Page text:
In this post, I will touch on common mistakes in network monitoring. For sure, you know that you need a network-monitoring tool for managing your network. A wide variety of tools are available from simple to sophisticated and free to enterprise ones.
If you get and install one monitoring tool, can you say that everything is under control? Will you be aware of what’s happening on your network? I will try to inform you about common mistakes in network monitoring. I got this experience in the Cisco environment, but these mistakes are typical for any kind of network.
1. Monitoring without documentation
If you are monitoring your network without having the proper network documentation, then it will not be clear whether monitoring is complete or not. How can you be sure regarding the reliability of your monitoring system without knowing the exact number of devices, their models, and interconnections?
2. Only network specialists should watch over the network.
Network specialists should install network monitoring systems, but watching over them and taking the first action shouldn’t be their job. If you have network monitoring screens, such screens should be watched over by ;
• A monitoring team – if the network is large enough (e.g., an NOC)
• Help desk team – if available
• End-user support team
Any alert (alerts, events, mails, SMSs) should be directed to the help desk or end-user support team. The receiver must be able to process it immediately. Attentiveness is the key here, and therefore this task should not be given to staff who are involved in projects and moving frequently. Help desk staff should first be notified, and then the information should move upwards according to the hierarchy, finally reach the network admin to sort out the issue.
3. Unhandled alerts
All alerts should be checked and cleared. If some devices require maintenance, they must be excluded from the monitoring system (This is a must-have feature for a network monitoring tool). If some alerts remain in the monitoring system for a long time, it will cause alert blindness in the team. False alarms may also drop your confidence in the monitoring system.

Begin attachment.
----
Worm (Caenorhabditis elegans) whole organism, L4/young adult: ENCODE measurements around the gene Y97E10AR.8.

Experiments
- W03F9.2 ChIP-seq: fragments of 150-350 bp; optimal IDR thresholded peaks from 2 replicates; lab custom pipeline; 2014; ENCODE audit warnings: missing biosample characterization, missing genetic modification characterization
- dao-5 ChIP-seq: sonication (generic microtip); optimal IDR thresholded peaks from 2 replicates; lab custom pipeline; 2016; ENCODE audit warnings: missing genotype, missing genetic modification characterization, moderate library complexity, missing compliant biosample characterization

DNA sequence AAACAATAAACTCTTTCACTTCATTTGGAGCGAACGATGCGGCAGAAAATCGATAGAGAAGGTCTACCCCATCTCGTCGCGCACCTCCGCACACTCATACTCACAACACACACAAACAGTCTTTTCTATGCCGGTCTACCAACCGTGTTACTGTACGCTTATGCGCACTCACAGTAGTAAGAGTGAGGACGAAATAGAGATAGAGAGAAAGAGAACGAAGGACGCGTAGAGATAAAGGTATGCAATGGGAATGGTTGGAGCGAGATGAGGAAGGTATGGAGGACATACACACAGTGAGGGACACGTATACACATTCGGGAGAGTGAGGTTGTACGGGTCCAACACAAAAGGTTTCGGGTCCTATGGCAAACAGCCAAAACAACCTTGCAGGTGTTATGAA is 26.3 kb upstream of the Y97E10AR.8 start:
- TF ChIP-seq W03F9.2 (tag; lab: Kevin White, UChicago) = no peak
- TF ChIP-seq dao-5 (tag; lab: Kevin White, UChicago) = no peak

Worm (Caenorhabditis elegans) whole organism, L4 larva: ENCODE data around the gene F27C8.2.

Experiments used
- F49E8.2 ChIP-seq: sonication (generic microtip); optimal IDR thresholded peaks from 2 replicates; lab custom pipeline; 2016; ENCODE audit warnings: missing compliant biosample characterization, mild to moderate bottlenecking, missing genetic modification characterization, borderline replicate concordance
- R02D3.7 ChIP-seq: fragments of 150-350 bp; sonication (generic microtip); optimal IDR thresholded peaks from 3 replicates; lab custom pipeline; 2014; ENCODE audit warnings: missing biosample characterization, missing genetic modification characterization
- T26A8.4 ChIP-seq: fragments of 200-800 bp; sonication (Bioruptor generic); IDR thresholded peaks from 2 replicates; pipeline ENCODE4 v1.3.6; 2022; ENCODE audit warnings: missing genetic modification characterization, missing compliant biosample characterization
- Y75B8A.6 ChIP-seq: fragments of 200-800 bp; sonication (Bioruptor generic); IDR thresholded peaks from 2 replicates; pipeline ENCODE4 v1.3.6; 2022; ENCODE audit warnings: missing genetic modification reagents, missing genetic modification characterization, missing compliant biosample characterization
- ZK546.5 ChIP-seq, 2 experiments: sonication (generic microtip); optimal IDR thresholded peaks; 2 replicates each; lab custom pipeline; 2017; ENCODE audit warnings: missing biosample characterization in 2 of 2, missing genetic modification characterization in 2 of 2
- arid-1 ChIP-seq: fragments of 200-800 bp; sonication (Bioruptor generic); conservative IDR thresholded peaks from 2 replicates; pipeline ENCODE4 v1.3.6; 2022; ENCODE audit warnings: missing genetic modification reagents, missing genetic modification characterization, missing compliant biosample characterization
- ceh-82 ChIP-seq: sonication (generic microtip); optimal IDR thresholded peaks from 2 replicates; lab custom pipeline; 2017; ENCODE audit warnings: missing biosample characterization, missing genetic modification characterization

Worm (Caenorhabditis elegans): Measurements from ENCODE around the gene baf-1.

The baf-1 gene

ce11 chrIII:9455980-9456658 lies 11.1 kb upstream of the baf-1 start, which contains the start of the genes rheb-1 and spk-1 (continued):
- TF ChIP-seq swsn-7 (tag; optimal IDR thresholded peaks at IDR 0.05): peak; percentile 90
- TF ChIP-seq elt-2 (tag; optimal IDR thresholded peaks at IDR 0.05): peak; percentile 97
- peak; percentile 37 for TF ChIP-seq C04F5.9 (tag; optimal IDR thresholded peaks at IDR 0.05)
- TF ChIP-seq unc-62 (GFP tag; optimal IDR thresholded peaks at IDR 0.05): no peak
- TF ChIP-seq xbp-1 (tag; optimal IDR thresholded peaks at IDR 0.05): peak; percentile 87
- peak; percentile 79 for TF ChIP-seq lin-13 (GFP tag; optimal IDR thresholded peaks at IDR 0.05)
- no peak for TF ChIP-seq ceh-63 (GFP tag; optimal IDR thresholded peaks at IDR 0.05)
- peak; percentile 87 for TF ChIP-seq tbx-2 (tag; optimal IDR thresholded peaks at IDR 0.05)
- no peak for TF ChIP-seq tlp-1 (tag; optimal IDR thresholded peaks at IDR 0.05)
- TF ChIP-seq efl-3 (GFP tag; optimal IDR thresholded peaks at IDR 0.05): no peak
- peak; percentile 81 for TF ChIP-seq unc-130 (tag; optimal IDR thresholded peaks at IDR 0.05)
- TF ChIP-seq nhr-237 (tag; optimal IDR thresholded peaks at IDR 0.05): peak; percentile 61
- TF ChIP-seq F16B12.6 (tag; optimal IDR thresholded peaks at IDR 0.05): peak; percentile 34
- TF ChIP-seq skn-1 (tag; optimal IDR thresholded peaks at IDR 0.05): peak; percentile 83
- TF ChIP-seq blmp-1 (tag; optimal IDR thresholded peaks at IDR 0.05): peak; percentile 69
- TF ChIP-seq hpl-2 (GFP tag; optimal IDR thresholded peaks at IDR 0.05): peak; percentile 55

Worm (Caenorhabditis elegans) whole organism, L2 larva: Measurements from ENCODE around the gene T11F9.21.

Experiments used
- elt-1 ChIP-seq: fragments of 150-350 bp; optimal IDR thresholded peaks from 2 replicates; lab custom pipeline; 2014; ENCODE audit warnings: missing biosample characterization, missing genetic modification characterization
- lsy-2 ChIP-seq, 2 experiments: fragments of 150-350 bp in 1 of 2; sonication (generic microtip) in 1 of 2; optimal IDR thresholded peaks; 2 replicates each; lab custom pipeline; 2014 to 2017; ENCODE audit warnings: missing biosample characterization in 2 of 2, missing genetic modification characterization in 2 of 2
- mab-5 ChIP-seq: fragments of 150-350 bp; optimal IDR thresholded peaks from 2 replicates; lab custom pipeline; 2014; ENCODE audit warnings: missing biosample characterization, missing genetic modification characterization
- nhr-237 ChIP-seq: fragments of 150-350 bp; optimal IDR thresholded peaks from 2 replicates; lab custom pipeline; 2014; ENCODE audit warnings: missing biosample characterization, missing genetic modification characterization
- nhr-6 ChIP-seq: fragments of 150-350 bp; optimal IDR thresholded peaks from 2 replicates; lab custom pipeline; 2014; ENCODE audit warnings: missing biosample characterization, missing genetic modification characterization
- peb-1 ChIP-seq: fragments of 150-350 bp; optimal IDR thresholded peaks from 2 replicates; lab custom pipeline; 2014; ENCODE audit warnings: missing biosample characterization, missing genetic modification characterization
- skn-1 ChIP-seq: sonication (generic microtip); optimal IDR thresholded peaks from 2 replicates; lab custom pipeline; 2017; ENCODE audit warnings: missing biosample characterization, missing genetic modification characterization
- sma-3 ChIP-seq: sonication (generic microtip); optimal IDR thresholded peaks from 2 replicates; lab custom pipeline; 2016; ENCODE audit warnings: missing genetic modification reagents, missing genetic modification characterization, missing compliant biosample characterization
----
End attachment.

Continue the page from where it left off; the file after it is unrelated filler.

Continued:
4. Correct probe points & traffic behavior
You should thoroughly understand your routing infrastructure, especially for flow monitoring. Sometimes, you can find troublesome traffic so quickly, but it does not always happen. In case of a huge download, you just have to look at the right spot in the backbone. In case of an antivirus update, traffic is one-to-many, so you have to summarize collected data by source or target upon the direction of traffic. In the case of many to many traffic such as virus infections, you have to know or predict the characteristics of undesired traffic (like TCP port). If you ignore these details, you can look at your Netflow monitor and can swear that all traffic seen is unavoidable.
5. No history
If your monitoring system is ready, but you monitor just some nodes and think that you can add any necessary point when an undesirable incident happened, then you are playing with the fire! You will need to compare the current conditions with the baseline conditions when something happens. It will no longer be possible to obtain this information. Therefore, you should monitor all nodes and interfaces that are in scope from day one. Your monitoring technique is only correct when it is complete.
6. We have a powerful tool – the problem is over
It is about the decision phase of network monitoring. You should define your needs well and choose an appropriate tool for your network. No more, no less. This decision is not just about cost. I can explain this mistake with an example, and a good example is Cisco Works. It is enormous, capable, and a brand that is trusted worldwide. However, if you don’t have a dedicated staff for it, it is tough to install and operate. I have come across situations where Cisco Works was purchased by predicting that it will be beneficial, but ultimately this powerful tool could not be used effectively. It is like buying a truck and trying to park it in your car garage, which is a foolish decision!
7. Network monitoring is not a mission-critical process
How much loss do you incur if your network monitoring system stops working? Will it stop production, sales, or logistics? The answer is no. So, the network monitoring system is not mission-critical. It might be true. However, the network itself is mission-critical. Everything stops when it stops. Network problems should be fixed immediately. You have to find them in a few minutes. Here you need monitoring. Nevertheless, your monitoring system may be down because it is not a mission-critical system. In this case, you should connect each device individually and look for an error. It is similar to a situation where you drive on the highway with broken gauges (fuel, temperature, speed). Good luck!
These are the seven common mistakes in Cisco network monitoring. You are in charge of keeping them away from your network.